One of those kills to Bond's credit, by the way, occurred during the war if I remember correctly. What war? Fleming's Bond got into intelligence work during WWII, and continued serving in that capacity into the Cold War. In the movies, he was strictly Cold War, and we were never given any indication how he got into the business. He was conceived in a test tube by M for all we knew. With all the reboots, I think even the Cold War origin will soon be swept back (if it hasn't already). And with the Daniel Craig films delving more into the Bond character than any previous flicks, we'll probably get his background filled in, too (retrofitted, of course).

Hmm. Just checking the canon, I realized I skipped Diamonds Are Forever. Have to remedy that. I was actually checking because From Russia With Love ended in an almost cliffhanger fashion and I wanted to see what followed it, guessing it would be You Only Live Twice. Nope. Dr. No.

Well, my Bond education will continue. Though the books are interesting, I don't like them enough to make them a priority. So this could take a while.

Wednesday, April 3, 2013

Day-by-Day Armageddon by J.L. Bourne

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I am new to Zombiemania and, truthfully, still an outsider. But my education has begun. My textbooks? The first two seasons of The Walking Dead, and this book.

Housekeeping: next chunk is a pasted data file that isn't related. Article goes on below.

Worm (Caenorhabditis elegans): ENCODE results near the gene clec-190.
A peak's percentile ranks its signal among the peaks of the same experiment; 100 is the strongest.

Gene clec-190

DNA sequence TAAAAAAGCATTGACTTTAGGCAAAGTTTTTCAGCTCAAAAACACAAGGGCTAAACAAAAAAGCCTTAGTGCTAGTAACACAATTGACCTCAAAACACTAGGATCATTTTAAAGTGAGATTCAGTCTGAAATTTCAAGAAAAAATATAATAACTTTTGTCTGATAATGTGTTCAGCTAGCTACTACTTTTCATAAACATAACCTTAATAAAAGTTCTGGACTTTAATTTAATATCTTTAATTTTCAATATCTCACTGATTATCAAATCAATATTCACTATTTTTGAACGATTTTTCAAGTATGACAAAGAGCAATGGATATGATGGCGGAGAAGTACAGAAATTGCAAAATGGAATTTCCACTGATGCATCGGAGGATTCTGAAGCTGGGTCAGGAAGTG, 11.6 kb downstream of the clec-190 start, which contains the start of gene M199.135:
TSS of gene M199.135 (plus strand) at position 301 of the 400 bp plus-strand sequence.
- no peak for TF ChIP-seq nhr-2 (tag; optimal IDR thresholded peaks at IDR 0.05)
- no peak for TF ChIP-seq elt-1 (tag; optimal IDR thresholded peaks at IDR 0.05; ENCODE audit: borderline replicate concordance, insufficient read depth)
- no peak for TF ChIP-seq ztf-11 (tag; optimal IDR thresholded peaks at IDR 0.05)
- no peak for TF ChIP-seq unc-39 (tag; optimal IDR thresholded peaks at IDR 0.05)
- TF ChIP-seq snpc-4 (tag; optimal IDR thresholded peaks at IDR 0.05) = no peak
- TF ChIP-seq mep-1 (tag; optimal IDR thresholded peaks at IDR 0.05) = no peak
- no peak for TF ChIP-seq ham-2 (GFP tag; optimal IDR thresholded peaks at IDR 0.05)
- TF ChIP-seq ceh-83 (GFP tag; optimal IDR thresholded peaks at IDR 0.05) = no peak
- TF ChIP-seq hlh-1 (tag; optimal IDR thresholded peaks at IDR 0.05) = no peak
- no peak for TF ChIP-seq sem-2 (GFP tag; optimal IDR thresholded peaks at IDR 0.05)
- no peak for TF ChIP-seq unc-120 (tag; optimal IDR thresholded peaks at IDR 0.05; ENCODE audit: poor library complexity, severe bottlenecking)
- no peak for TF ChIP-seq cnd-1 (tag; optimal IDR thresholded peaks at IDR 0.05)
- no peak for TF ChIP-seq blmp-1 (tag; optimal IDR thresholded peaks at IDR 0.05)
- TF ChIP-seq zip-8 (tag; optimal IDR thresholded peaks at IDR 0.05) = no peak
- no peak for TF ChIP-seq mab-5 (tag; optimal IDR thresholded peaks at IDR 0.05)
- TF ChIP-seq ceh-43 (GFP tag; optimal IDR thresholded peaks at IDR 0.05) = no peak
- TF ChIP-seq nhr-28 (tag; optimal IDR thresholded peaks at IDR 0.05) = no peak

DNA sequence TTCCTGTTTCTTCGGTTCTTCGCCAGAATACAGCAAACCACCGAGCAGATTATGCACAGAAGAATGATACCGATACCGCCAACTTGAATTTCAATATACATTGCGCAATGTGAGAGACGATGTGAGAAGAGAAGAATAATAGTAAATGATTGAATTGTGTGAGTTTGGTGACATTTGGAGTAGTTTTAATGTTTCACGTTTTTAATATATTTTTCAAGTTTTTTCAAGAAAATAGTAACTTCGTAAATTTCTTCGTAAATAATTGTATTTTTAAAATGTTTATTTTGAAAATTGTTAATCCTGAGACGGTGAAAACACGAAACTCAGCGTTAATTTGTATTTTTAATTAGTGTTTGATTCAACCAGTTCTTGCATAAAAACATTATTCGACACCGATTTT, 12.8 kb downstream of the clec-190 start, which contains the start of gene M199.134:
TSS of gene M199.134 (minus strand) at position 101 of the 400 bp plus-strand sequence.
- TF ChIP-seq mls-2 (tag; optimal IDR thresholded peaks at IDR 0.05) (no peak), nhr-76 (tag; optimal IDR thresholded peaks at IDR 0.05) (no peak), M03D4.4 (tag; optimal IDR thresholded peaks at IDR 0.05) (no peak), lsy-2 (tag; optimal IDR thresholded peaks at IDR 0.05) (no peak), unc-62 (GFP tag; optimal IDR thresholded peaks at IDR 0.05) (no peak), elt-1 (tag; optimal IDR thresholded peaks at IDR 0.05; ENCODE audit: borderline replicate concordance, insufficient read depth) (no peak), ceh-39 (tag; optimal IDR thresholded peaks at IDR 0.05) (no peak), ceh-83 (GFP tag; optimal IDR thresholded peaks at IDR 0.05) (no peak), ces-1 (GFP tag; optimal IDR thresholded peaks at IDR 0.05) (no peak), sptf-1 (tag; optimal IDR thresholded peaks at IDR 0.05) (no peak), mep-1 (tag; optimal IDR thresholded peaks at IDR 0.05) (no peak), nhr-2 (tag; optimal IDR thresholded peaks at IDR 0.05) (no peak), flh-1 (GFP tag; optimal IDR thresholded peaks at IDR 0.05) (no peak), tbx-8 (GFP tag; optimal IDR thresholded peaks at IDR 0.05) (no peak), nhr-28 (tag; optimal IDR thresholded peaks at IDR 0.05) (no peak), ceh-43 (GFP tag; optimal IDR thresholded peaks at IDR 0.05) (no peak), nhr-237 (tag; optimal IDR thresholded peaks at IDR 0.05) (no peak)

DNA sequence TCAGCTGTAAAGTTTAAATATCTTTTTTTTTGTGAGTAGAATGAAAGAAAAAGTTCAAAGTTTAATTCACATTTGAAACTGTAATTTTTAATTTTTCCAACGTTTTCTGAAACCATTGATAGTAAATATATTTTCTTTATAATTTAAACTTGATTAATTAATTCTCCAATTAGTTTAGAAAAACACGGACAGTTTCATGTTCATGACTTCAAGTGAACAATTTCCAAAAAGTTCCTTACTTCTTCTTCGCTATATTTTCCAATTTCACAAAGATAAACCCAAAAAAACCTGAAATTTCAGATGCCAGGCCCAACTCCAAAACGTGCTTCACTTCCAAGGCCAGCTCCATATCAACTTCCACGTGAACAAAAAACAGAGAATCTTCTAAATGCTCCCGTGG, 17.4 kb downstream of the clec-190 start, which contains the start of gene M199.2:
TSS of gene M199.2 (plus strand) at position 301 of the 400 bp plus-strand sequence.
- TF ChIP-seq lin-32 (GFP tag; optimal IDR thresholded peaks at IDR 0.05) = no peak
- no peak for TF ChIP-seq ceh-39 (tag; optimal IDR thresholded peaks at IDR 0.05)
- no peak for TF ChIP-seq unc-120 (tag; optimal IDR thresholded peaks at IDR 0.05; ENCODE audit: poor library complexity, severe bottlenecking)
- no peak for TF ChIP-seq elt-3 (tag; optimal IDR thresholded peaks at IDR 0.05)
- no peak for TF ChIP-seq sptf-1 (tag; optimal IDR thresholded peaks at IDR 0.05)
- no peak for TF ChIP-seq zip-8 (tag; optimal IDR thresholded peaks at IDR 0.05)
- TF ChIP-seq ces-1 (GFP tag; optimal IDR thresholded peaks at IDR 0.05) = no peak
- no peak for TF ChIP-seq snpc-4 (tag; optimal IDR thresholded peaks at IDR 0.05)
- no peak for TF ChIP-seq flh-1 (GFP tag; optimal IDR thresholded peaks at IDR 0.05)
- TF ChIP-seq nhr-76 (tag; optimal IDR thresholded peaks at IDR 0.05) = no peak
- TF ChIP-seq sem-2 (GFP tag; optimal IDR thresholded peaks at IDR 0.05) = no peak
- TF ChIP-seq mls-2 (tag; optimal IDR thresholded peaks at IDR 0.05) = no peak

Well, I also saw Night of the Comet back at York Theater many moons ago, as well as I Am Legend much more recently. Okay, technically IAL was about vampires, but they behaved enough like zombies for the movie to fit in the genre. I've also watched a variety of post-apocalyptic flicks wherein mutants behave pretty much like zombies, too. Seeing as how zombies originated in Voodoo, one could argue that even the zombies in "purist" zombie film/fiction aren't exactly zombies, either.

Back to the book: (I listened to an advertised "unabridged" audible audio version via my kindle/car stereo.) Bourne has written it in journal fashion, from the perspective of a Navy aviator living in San Antonio. It has a familiar TEOTWAWKI feel to it--the hero survives the initial catastrophe only to face the struggle for survival in a new, far more dangerous world. Enemies are everywhere--mostly undead--but he collects friends along the way.

The collection of basically decent, moral people band together in an effort to survive, facing death no matter which way they turn. There are many suspenseful scenes, some interesting locations, and the implied promise that the narrative will take us on an epic journey...

Then the book ends without taking us anywhere.

Afraid that I must have bought a glitched version with the last 2/3rds missing, I checked good ol' Amazon. My investigation turned up evidence that this book began as free zombie fan fiction on a blog. And now it makes perfect sense why there is no story arc or character development, and why it ended just when it had potential to get really interesting. Basically I paid money for some blogger's writing experiment.

And now I will end this post similar to how Bourne ended Day by Da